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quiescence of the inquisitor,' but I did not know what was in his mind.
“Next morning after breakfast my host went to dress for the holy office, and soon returned in his inquisitorial robes. He said he would go half an hour before the usual time for the purpose of shewing me the inquisition. The buildings are about a quarter of a mile distant from the convent, and we proceeded thither in our Manjeels. * On our arri. val at the place, the inquisitor said to me, as were ascending the steps of the outer stair, that he hoped I should be satisfied with a transient view of the inquisition, and that I would retire whenever he should desire it. I tock this as a good omen, and followed my conductor with tolerable confidence.
“He led me first to the great hall of the inquisition. We were met at the door by a number of well dressed persons, who I afterwards understood, were the familiars, and attendants of the holy office. They bowed very low to the inquisitor, and looked with surprise at me. The great hall is the place in which the prisoners are marshalled for the proces. sion of the Auto da Fe. At the procession described by Dellon, in which he himself walked barefoot, clothed with the painted garment, there were upwards of one hundred and fifty prisoners. I traversed this hall for some time, with a slow step, reflecting on its former scenes, the inquisitor walking by my side, in silence. I thought of the fate of the multitude of my fellow creatures who had passed through this place, condemned by a tribunal of their fellow-sinners, their bodies devoted to the fames, and their souls to perdition. And I could not help saying to him, 'Would not the holy church wish, in her mercy, to have those souls back again, that she might allow them a little further probation?' The in
• The Manjee) is a kind of Palapkeen common at Goa. It is merely a sea cot suspended from a bamboo, which is borne on tbe heads of four men. Sometimes a footman runs before, having a staff in his hand, to which are ato tached little bells or rings, wbica be jingles as he runs keeping time with the motion of the bearere.
quisitor answered nothing, but beckoned me to go with him to a door at one end of the hall. By this door he conducted me to some small rooms, and thence to the spacious apartments of the chief inquisitor. Having surveyed these he brought me back again to the great hall; and I thought he seemed now desirous that I should depart. "Now, father,' said I, "lead me to the dungeons below; I want to see the captives. “No,' said he, 'that cannot be. I now began to suspect that it had been in the mind of the inquisitor, from the beginning, to shew me only a certain part of the inquisition, in the hope of satisfying my inquiries in a general way. I urged him with earnestness, but he steadily resisted, and seemed to be offended, or rather agitated, by my importunity. I intimated to him plainly, that the only way to do justice to his own assertions and arguments, regarding the present state of the inquisition, was to show me the prisons and the captives. I should then describe only what I saw; but now the subject was left in awful obscurity. •Lead me down,' said I, 'to the inner building, and let me pass through the two hundred dungeons, ten feet square, described by your former captives. Let me count the number of your present captives, and converse with them. I want to see if there be any subjects of the British government, to whom we owe protection. I want to ask how long they have been here, how long it is since they beheld the light of the sun, and whether they ever expect to see it again. Shew. me the chamber of torture; and declare what modes of execution, or of punishment, are now practised within the walls of the inquisition, in lieu of the public Auto da Fe. If, after all that has passed, father, you resist this reasonable request, I shall be justified in believing, that you are afraid of exposing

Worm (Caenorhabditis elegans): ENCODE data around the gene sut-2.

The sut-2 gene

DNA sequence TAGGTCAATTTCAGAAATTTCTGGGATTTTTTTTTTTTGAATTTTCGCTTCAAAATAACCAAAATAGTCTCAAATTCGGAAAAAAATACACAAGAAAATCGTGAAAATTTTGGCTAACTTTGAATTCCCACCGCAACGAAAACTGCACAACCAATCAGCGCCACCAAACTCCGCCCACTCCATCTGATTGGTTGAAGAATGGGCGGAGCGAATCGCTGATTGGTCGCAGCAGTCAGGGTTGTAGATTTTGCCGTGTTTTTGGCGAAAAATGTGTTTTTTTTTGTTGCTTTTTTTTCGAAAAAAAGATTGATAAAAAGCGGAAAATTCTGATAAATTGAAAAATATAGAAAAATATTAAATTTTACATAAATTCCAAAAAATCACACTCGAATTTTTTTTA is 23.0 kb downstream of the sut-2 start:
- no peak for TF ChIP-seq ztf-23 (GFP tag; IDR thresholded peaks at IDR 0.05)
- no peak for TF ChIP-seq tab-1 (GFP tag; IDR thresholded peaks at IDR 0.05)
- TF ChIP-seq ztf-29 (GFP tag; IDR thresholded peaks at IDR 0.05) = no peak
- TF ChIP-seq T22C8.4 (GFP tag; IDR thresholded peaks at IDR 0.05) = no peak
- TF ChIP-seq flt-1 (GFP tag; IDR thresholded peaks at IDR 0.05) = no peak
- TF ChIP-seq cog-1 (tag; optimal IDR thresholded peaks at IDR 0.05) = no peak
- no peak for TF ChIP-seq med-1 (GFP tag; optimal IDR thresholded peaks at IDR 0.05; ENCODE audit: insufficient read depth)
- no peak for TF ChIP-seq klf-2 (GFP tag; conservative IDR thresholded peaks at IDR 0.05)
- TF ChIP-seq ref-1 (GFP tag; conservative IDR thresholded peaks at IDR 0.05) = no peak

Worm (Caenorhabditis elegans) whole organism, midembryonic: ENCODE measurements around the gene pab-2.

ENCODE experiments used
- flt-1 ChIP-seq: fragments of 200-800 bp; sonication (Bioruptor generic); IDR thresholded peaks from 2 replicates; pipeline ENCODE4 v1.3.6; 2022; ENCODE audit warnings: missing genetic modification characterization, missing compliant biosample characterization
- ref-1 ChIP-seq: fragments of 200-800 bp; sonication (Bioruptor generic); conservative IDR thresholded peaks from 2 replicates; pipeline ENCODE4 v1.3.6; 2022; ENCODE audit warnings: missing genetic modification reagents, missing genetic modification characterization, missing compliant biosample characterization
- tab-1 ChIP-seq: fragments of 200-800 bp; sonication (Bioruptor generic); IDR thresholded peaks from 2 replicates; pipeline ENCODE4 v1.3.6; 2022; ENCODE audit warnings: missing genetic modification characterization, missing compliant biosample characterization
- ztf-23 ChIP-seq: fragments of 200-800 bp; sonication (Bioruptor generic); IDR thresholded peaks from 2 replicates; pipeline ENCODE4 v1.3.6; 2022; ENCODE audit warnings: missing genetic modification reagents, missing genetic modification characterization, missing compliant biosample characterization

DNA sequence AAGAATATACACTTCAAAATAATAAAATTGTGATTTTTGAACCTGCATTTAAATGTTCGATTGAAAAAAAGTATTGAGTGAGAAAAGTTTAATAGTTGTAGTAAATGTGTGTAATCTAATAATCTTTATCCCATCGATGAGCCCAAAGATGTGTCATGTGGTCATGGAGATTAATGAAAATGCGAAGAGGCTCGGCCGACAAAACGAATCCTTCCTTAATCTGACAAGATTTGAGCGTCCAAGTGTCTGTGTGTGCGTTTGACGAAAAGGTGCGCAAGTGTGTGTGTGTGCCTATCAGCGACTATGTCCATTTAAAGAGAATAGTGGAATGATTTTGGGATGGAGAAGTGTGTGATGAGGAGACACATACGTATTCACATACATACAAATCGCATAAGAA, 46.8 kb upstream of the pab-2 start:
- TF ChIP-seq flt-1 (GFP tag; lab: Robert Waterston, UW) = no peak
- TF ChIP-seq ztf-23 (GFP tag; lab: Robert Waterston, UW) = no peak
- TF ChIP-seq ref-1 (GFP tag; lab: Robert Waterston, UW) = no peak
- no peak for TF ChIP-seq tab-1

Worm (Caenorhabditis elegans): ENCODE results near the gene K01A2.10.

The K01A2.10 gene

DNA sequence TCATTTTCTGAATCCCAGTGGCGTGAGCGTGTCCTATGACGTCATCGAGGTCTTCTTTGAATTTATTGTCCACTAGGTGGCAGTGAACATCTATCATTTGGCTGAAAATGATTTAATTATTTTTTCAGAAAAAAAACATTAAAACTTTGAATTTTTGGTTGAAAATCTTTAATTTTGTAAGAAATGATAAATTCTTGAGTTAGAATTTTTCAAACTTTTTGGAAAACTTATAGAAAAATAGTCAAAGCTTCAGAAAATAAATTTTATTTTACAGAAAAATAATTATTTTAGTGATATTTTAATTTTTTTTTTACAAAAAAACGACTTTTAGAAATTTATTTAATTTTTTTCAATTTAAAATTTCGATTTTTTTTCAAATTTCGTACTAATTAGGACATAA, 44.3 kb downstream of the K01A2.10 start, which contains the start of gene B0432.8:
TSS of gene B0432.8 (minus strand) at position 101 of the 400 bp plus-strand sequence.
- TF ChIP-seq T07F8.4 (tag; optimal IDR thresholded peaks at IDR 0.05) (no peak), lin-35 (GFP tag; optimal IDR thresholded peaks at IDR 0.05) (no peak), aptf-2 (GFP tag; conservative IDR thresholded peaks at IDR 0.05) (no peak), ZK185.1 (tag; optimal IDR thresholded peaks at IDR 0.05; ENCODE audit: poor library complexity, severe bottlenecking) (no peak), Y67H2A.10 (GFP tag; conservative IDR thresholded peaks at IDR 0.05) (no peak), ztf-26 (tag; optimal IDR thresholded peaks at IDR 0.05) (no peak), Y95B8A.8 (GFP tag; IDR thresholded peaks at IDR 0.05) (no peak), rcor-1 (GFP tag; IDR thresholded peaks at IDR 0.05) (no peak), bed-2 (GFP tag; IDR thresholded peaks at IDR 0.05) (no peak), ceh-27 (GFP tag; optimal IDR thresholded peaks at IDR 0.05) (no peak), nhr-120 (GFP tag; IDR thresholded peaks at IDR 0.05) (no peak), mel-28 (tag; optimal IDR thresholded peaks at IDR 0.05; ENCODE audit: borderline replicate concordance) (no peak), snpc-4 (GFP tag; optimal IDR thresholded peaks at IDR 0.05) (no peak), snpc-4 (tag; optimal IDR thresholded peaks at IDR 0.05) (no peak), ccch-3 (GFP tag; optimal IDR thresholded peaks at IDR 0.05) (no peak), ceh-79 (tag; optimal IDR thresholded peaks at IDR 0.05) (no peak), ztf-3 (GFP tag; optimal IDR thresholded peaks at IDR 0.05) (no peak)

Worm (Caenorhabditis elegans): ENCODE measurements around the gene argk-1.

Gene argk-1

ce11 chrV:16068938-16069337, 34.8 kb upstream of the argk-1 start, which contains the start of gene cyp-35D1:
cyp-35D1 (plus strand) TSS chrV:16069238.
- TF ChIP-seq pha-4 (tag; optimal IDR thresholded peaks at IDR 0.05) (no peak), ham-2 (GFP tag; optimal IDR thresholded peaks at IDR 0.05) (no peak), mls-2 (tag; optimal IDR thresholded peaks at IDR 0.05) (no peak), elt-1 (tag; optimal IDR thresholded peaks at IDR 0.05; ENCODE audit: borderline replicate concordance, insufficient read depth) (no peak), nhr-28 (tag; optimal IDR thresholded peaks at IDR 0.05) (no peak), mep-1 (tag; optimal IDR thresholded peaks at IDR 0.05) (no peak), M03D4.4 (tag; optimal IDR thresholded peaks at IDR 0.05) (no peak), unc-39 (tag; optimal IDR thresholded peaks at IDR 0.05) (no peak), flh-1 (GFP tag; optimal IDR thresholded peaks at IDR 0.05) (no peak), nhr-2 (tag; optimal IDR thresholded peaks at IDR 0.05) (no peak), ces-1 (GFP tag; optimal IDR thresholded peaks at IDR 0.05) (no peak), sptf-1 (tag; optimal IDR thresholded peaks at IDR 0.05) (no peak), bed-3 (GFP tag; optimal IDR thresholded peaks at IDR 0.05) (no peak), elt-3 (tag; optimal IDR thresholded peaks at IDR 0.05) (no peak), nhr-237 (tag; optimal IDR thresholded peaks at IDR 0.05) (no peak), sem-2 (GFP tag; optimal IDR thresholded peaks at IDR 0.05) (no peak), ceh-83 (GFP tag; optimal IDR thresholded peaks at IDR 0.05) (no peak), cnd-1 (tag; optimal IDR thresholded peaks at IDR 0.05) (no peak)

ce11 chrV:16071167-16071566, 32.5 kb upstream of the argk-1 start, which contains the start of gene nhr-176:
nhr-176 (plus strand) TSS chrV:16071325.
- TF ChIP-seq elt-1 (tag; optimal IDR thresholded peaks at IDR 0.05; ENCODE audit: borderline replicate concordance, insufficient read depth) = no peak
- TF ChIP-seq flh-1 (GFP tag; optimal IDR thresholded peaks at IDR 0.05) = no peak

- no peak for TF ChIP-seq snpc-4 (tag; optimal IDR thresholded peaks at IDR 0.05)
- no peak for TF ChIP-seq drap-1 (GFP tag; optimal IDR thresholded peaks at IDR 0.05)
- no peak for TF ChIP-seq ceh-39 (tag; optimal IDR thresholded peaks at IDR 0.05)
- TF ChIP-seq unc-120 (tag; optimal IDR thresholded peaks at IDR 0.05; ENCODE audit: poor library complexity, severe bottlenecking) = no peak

the real state of the inquisition in India.” To these observations the inquisitor made no reply; but seemed ith patient that I should withdraw. My good father,
said I, 'I am about to take my leave of you, and to thank you for your hospitable attentions, (it had been before understood that I should take my final leave at the door of the inquisition, after having seen the interior,) and I wish always to preserve on my mind a favorable sentiment of your kindness and candor. You cannot, you say, shew me the captives and the dungeons; be pleased then merely to answer this question; for I shall believe your word: How many prisoners are there now below, in the cells of the inquisition' The inquisitor replied, "That is a question which I cannot answer.' On his pronouncing these words, I retired hastily towards the door, and wished him farewell. We shook hands with as much cordiality as we could at the moment assumt; and both of us, I believe, were sorry that our parting took place with a clouded countenance.